Pimentel: Separate VP proclamation possible, but…
The request of vice presidential candidate Sen. Ferdinand “Bongbong” Marcos Jr. for a separate proclamation of the vice president is not legally prohibited but has never been done before, Sen. Aquilino “Koko” Pimentel III said Tuesday.
Pimentel, who arrived at the House of Representatives as a member of the canvassing committee, said in an interview with reporters that a separate proclamation of the vice president is “theoretically possible but in practice has never been done before.”
Pimentel said separate proclamations were done in the race for governor/vice governor and mayor/vice mayor.
He also said the law does not prohibit it.
“If you look at the other boards of canvassers, this has been done in time immemorial,” Pimentel said.
Pimentel gave this reaction after Marcos, who trailed in the unofficial count in the vice presidential race behind Camarines Sur Rep. Ma. Leonor “Leni” Robredo, called in a privilege speech for the proclamation of presumptive President-elect Rodrigo Duterte ahead of the vice president.
Marcos asked for more time in the vice presidential canvassing, claiming votes for him were shaved in favor of Robredo, candidate of the administration Liberal Party.
He said poll fraud was done by massive vote-buying and automated fraud in which votes for him were allegedly shaved and votes for Robredo increased.
Pimentel said Congress in a joint session Tuesday would approve the rules of canvassing, which would include the rules pertaining to Marcos’ poll fraud allegations.
However, Marcos’ camp should identify what particular certificate of canvass (COC) would show that there was cheating in the elections, Pimentel said.
“We will have to listen to objections. Nasa rules po yan (It’s included in the rules) to be approved this afternoon,” Pimentel said.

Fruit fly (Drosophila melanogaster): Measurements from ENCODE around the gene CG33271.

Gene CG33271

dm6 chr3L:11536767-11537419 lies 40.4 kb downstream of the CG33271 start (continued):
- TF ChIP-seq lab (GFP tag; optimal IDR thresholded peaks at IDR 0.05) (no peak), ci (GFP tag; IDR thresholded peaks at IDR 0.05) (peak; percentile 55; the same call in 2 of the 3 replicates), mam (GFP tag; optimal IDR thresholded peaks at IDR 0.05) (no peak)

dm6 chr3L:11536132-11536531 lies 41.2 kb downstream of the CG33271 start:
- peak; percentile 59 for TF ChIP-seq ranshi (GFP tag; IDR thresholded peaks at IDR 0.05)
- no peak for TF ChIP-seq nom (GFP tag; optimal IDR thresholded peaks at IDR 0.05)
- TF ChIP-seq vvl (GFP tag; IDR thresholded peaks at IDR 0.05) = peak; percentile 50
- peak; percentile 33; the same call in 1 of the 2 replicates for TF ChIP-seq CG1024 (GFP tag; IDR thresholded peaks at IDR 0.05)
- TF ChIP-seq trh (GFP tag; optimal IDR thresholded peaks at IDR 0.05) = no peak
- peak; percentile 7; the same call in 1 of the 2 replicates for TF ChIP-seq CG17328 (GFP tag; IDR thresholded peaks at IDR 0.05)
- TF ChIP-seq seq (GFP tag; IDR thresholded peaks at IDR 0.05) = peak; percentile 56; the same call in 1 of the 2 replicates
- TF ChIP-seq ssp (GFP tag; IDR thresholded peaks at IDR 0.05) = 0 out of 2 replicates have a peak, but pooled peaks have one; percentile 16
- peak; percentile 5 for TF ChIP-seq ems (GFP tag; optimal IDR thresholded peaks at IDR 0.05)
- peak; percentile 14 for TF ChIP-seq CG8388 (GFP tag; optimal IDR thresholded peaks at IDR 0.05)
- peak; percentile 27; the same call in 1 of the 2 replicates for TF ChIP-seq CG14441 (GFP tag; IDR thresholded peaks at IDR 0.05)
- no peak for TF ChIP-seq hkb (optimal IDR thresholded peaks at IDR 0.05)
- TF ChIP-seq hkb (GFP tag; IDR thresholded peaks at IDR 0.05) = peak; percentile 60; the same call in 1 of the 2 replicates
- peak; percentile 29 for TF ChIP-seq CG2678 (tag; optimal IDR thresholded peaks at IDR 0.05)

“The counsel for a candidate can object to a COC once it’s presented. You have to pinpoint which COC is affected by your allegation of irregularity or fraud or whatever is your allegation,” he added.
For his part, outgoing Mandaluyong Rep. Neptali “Boyet” Gonzales II, who is the Majority Leader, questioned how a separate proclamation of president and vice president can be effected.
In a press conference, Gonzales said separate proclamations cannot be done because there is only one COC for presidential and vice presidential proclamations.
He also cited what Sen. Juan Ponce Enrile earlier said in the previous elections that Congress sits as the National Board of Canvassers and not as a “board of inquiry” to hear evidence of poll fraud.
Gonzales said electoral protests should be brought before the Supreme Court or the Presidential Electoral Tribunal.
“How do you effect that? … (Congress) sits as a board of canvassers, its mandate is to canvass. It’s not a board of inquiry,” Gonzales said.
“There’s only one COC, walang (there is no) separate COC for president and vice president. Hindi pwedeng bulag ka sa president, naka-dilat mata ka sa vice president (It would not be appropriate that you are turning a blind eye on the president while your eyes are wide open on the vice president),” he added.
Pimentel and Gonzales said they are the chairpersons of the joint canvassing committee for the House and Senate.
Under the 1987 Constitution, Congress in a joint session is tasked to canvass the votes certified by the board of canvassers of each city and province.
Congress will also proclaim the winning president and vice president.
According to the unofficial count of the electronically transmitted votes, Duterte of the Partido Demokratikong Pilipino-Lakas ng Bayan is the presumptive President-elect.
Robredo’s victory as vice president is being questioned by Marcos, who trailed behind her by a slim margin of around 200,000 votes. RAM/rga
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